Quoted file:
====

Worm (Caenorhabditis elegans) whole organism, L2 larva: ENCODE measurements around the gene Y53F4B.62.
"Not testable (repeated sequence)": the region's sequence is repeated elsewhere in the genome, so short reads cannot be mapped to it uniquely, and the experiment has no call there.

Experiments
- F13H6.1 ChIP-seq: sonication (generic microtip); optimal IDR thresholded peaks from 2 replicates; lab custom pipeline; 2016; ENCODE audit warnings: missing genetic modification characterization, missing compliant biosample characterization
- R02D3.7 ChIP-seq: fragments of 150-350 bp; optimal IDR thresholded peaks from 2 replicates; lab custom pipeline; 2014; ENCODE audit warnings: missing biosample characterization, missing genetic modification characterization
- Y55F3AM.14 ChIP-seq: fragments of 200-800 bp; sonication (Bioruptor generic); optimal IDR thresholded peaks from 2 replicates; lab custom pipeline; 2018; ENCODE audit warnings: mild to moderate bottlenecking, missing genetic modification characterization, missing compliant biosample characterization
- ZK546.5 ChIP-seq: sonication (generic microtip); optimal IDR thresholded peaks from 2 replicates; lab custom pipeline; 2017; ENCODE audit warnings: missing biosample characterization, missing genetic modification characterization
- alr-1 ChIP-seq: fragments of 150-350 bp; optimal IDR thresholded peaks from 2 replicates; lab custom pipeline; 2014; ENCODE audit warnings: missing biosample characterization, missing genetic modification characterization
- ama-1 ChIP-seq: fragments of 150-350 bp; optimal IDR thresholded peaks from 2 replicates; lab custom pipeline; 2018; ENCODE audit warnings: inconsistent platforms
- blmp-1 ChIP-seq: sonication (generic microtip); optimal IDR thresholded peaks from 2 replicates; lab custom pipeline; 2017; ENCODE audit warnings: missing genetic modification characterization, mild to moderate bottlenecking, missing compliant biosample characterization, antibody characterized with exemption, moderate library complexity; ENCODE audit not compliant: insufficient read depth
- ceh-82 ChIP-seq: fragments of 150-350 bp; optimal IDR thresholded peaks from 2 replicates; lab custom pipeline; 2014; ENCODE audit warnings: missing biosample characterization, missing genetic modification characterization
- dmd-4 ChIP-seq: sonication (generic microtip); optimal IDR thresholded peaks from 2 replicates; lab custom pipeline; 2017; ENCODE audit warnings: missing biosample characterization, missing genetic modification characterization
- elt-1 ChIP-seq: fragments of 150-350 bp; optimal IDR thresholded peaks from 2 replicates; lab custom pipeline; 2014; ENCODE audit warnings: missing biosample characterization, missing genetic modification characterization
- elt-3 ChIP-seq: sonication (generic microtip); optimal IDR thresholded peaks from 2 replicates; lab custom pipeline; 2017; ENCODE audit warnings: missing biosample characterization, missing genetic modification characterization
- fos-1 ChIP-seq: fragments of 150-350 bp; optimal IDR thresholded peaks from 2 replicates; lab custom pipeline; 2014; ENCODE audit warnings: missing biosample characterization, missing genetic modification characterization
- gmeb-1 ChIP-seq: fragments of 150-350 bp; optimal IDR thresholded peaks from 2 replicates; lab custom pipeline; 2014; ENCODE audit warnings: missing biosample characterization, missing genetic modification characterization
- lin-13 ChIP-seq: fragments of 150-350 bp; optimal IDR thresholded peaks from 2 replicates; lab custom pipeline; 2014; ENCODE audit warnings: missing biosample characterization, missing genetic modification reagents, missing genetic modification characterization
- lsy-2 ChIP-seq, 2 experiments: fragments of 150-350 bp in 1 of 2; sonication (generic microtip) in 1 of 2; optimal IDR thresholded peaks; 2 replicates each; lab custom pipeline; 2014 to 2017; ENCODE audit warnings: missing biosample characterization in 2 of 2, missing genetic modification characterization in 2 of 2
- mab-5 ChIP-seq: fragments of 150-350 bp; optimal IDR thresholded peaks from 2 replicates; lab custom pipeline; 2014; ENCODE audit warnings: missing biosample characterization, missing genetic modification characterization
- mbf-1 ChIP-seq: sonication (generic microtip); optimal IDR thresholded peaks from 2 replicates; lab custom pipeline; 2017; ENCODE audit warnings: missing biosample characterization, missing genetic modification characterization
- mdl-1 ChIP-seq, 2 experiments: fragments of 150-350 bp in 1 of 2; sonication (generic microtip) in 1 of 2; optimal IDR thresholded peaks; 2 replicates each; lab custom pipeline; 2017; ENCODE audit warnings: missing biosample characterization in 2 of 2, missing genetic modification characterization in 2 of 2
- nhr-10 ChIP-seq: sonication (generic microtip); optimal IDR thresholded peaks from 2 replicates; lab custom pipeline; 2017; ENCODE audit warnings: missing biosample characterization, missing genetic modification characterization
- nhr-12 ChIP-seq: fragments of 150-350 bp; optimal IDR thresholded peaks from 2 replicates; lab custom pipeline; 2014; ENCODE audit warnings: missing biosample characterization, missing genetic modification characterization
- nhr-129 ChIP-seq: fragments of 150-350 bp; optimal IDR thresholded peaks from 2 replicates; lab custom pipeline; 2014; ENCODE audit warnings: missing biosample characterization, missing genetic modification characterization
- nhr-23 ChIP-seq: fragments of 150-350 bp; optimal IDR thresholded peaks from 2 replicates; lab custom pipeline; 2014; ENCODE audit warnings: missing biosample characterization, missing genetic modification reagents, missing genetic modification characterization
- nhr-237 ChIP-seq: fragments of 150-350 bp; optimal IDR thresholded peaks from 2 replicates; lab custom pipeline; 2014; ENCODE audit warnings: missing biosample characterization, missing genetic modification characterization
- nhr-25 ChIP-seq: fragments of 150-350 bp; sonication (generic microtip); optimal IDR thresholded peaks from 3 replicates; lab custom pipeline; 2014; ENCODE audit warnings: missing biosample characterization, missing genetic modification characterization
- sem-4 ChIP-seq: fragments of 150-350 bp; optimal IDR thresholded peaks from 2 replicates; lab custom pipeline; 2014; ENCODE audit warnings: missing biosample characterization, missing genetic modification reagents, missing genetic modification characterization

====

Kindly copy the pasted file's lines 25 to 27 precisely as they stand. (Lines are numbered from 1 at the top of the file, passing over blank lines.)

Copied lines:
- nhr-23 ChIP-seq: fragments of 150-350 bp; optimal IDR thresholded peaks from 2 replicates; lab custom pipeline; 2014; ENCODE audit warnings: missing biosample characterization, missing genetic modification reagents, missing genetic modification characterization
- nhr-237 ChIP-seq: fragments of 150-350 bp; optimal IDR thresholded peaks from 2 replicates; lab custom pipeline; 2014; ENCODE audit warnings: missing biosample characterization, missing genetic modification characterization
- nhr-25 ChIP-seq: fragments of 150-350 bp; sonication (generic microtip); optimal IDR thresholded peaks from 3 replicates; lab custom pipeline; 2014; ENCODE audit warnings: missing biosample characterization, missing genetic modification characterization